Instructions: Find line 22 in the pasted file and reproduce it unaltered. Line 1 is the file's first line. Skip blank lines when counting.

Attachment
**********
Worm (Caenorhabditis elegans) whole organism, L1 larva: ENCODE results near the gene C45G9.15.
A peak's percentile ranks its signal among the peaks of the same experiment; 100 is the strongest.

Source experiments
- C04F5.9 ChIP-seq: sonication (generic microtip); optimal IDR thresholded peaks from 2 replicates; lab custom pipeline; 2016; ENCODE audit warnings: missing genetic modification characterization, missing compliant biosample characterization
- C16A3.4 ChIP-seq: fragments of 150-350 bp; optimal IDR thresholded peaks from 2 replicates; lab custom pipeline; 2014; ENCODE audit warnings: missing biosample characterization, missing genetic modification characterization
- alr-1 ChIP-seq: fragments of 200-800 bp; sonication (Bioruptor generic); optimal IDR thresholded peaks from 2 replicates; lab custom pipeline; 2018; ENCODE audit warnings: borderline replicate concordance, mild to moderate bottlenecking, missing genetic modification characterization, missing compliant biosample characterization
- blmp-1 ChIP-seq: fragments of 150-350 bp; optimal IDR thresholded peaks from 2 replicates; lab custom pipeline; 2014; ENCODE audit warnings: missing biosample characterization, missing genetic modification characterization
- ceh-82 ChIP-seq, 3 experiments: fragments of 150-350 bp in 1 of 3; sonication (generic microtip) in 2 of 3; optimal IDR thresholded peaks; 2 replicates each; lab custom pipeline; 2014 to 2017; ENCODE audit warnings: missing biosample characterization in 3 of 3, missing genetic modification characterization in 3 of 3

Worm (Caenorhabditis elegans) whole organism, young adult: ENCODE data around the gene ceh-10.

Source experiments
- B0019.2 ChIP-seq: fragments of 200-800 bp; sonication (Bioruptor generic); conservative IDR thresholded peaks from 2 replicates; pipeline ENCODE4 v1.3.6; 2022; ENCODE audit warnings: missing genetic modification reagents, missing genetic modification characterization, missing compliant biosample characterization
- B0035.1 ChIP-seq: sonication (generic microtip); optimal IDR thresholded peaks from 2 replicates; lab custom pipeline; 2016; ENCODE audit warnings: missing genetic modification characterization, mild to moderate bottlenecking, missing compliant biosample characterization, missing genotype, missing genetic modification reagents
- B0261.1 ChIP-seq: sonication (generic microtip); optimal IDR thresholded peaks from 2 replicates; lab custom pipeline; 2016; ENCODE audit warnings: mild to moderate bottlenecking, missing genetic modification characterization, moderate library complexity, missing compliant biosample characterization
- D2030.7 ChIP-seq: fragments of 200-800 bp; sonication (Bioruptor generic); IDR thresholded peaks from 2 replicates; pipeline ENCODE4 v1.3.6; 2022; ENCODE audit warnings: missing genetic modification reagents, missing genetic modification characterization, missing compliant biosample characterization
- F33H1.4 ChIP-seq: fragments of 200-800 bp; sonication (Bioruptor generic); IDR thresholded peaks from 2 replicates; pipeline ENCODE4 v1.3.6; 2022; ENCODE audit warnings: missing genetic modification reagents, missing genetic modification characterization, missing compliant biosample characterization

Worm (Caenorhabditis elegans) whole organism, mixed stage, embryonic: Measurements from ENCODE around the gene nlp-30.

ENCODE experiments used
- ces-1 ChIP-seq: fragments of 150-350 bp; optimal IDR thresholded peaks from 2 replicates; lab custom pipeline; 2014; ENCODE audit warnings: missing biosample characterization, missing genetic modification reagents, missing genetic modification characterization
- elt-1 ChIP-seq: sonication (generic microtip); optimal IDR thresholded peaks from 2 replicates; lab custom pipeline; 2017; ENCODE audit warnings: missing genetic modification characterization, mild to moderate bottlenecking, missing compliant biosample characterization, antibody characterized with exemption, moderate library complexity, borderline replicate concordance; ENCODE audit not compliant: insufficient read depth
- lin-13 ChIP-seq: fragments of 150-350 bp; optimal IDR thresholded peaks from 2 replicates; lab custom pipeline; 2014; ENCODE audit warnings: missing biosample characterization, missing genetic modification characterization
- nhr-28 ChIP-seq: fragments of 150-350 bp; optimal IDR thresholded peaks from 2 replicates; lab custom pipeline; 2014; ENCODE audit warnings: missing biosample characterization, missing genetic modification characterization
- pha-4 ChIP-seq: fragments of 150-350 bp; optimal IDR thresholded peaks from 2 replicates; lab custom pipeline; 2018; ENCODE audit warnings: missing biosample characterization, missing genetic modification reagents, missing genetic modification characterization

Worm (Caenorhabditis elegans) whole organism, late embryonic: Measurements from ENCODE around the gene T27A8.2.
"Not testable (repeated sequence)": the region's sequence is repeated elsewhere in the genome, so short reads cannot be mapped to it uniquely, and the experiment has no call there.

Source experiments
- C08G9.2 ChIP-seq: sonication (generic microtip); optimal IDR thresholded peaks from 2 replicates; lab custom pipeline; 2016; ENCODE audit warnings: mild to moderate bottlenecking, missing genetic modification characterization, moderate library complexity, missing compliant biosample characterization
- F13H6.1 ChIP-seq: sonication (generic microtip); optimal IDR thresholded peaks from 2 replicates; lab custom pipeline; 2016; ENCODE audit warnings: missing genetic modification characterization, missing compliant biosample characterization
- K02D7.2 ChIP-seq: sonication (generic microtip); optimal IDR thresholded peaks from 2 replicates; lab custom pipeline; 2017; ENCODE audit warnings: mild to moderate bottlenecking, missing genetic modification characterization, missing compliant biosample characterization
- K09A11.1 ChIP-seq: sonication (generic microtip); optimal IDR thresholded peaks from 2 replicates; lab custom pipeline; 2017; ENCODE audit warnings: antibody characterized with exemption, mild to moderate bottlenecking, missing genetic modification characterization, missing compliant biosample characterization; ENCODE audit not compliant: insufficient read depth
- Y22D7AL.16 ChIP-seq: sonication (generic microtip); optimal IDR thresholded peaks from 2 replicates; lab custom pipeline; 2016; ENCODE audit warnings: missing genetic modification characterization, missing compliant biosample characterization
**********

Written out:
- pha-4 ChIP-seq: fragments of 150-350 bp; optimal IDR thresholded peaks from 2 replicates; lab custom pipeline; 2018; ENCODE audit warnings: missing biosample characterization, missing genetic modification reagents, missing genetic modification characterization